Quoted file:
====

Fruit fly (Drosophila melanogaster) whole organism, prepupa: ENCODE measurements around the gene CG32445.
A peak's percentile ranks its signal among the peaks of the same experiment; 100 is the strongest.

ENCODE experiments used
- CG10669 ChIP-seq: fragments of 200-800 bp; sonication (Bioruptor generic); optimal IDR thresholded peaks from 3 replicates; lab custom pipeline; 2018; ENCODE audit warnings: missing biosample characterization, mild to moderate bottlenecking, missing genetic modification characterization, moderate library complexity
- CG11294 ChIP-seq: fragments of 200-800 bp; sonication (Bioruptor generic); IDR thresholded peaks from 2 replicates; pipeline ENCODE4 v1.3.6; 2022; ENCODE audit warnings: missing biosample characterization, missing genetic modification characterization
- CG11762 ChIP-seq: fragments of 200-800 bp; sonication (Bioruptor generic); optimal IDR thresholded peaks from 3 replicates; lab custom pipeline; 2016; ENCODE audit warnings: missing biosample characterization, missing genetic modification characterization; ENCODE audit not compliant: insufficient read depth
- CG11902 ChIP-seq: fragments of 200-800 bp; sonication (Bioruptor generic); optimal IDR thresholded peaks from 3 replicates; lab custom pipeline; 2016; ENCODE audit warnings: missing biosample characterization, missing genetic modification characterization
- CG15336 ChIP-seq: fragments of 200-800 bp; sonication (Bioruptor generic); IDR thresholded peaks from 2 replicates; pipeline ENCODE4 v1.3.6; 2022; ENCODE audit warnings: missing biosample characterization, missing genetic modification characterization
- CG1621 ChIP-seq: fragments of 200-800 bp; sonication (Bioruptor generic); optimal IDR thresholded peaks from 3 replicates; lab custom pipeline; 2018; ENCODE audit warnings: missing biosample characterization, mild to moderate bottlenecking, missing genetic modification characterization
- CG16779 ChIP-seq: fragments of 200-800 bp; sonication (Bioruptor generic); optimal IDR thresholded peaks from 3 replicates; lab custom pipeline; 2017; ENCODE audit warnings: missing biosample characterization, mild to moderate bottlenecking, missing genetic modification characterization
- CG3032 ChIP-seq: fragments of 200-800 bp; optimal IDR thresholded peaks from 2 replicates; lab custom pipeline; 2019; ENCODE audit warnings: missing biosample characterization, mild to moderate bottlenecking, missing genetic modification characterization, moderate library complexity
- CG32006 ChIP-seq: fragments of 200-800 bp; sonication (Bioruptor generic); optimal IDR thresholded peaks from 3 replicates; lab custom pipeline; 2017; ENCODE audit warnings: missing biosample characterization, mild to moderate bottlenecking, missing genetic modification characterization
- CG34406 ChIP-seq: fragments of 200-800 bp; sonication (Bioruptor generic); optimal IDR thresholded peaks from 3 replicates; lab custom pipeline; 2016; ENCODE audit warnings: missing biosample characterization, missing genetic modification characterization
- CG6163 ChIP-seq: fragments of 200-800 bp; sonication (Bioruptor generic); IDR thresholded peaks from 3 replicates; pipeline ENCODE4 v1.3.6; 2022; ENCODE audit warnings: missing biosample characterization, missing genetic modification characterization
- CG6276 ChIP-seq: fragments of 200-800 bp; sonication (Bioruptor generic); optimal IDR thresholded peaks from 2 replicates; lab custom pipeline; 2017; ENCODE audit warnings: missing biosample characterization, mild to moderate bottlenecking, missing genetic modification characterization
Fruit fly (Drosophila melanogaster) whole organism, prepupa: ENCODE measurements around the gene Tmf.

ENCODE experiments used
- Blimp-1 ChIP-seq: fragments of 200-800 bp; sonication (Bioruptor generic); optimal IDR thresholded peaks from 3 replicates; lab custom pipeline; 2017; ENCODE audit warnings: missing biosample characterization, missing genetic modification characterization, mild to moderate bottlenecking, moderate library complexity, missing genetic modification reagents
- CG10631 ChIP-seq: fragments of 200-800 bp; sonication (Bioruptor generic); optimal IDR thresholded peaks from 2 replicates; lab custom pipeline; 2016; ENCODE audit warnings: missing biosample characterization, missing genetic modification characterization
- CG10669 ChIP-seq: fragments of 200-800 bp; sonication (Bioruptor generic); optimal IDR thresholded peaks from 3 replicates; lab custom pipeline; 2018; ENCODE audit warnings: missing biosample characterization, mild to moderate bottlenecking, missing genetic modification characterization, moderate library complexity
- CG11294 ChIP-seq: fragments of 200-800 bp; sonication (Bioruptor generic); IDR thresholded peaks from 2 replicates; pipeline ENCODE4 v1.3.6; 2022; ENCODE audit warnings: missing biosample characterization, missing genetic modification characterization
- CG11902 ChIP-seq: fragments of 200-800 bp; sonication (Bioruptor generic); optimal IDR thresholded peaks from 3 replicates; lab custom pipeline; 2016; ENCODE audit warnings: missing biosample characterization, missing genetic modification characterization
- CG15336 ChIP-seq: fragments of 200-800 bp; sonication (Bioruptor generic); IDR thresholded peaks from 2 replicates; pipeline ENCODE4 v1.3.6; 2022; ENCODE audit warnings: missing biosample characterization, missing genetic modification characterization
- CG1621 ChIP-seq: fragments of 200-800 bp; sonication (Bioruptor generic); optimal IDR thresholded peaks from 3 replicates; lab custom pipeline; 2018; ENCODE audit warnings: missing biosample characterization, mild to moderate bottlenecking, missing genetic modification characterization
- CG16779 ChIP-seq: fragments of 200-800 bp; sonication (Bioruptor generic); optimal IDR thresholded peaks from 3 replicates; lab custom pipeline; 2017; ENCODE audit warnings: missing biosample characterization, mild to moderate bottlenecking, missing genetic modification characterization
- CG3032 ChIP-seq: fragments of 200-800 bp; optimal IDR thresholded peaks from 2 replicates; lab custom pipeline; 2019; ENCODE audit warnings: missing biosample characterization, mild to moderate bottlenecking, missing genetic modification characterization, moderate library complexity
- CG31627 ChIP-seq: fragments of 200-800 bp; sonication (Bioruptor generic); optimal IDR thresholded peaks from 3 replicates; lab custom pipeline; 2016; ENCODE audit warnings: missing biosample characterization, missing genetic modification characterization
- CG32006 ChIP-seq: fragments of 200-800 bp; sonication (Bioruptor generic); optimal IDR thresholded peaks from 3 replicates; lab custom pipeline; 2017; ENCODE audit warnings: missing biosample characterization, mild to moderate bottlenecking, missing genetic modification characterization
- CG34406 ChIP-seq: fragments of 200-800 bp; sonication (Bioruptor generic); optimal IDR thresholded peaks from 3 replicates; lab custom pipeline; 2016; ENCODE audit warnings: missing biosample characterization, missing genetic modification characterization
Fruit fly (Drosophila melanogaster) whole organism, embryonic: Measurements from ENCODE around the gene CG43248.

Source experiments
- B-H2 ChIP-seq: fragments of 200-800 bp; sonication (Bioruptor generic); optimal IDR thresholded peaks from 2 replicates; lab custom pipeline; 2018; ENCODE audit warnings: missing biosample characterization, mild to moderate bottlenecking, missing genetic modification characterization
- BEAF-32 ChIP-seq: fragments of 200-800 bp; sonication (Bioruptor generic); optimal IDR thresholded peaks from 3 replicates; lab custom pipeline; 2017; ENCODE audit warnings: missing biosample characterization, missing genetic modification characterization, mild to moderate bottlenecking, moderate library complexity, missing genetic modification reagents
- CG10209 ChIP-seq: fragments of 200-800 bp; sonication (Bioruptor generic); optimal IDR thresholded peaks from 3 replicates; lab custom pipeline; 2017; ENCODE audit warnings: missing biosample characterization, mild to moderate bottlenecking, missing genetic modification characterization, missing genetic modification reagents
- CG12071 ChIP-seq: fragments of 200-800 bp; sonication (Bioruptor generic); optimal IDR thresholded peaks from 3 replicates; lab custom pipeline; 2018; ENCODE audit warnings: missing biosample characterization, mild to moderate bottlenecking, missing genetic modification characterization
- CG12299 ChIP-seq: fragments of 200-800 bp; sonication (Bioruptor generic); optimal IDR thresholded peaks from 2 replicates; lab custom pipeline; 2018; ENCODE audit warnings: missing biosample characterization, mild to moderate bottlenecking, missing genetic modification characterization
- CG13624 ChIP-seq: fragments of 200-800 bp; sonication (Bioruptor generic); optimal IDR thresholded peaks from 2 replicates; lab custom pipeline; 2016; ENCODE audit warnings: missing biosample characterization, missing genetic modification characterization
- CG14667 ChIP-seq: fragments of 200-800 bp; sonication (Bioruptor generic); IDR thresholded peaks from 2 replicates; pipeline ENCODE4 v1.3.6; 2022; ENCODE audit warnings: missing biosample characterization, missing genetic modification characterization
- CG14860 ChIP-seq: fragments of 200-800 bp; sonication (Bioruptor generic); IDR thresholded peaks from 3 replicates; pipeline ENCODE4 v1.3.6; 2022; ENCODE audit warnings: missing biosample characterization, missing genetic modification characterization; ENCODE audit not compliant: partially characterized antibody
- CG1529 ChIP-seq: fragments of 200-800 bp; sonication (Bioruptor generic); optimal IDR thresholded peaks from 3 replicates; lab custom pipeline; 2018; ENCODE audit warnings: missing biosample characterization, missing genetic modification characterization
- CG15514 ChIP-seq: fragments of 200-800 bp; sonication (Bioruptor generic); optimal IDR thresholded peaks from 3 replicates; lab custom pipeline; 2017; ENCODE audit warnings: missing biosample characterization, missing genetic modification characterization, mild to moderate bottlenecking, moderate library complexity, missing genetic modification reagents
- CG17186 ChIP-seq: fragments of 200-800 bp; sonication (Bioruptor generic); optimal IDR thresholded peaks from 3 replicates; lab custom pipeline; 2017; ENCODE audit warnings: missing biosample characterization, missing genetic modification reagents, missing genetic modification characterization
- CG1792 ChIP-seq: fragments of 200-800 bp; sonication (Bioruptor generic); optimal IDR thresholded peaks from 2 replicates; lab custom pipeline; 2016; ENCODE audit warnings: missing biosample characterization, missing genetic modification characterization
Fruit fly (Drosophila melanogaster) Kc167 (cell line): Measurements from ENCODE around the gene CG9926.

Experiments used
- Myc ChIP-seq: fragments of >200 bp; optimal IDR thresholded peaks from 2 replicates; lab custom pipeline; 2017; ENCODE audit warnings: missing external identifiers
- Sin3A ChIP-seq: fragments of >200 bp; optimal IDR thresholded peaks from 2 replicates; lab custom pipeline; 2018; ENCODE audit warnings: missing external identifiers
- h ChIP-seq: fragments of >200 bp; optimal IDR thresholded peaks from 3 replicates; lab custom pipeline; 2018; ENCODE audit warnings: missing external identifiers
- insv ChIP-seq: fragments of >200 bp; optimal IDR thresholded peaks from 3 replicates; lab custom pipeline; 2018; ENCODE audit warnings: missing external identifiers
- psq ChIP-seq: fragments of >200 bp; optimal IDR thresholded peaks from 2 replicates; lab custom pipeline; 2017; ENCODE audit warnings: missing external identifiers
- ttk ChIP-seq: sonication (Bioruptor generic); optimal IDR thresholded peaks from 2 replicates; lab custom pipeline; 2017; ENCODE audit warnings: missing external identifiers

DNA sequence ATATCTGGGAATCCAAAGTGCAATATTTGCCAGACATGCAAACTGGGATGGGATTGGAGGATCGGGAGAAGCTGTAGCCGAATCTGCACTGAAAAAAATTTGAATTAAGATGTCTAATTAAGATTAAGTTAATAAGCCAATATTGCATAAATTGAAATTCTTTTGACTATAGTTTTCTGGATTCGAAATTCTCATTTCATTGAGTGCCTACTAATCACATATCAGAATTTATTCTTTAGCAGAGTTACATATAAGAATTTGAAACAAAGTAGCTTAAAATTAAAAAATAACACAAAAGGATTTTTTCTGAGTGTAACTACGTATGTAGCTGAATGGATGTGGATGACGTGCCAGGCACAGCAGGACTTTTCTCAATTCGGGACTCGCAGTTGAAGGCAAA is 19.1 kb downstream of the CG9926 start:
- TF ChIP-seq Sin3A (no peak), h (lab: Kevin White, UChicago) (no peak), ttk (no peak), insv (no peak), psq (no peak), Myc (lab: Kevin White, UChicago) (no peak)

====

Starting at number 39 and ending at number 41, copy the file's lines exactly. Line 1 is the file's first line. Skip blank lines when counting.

- CG14860 ChIP-seq: fragments of 200-800 bp; sonication (Bioruptor generic); IDR thresholded peaks from 3 replicates; pipeline ENCODE4 v1.3.6; 2022; ENCODE audit warnings: missing biosample characterization, missing genetic modification characterization; ENCODE audit not compliant: partially characterized antibody
- CG1529 ChIP-seq: fragments of 200-800 bp; sonication (Bioruptor generic); optimal IDR thresholded peaks from 3 replicates; lab custom pipeline; 2018; ENCODE audit warnings: missing biosample characterization, missing genetic modification characterization
- CG15514 ChIP-seq: fragments of 200-800 bp; sonication (Bioruptor generic); optimal IDR thresholded peaks from 3 replicates; lab custom pipeline; 2017; ENCODE audit warnings: missing biosample characterization, missing genetic modification characterization, mild to moderate bottlenecking, moderate library complexity, missing genetic modification reagents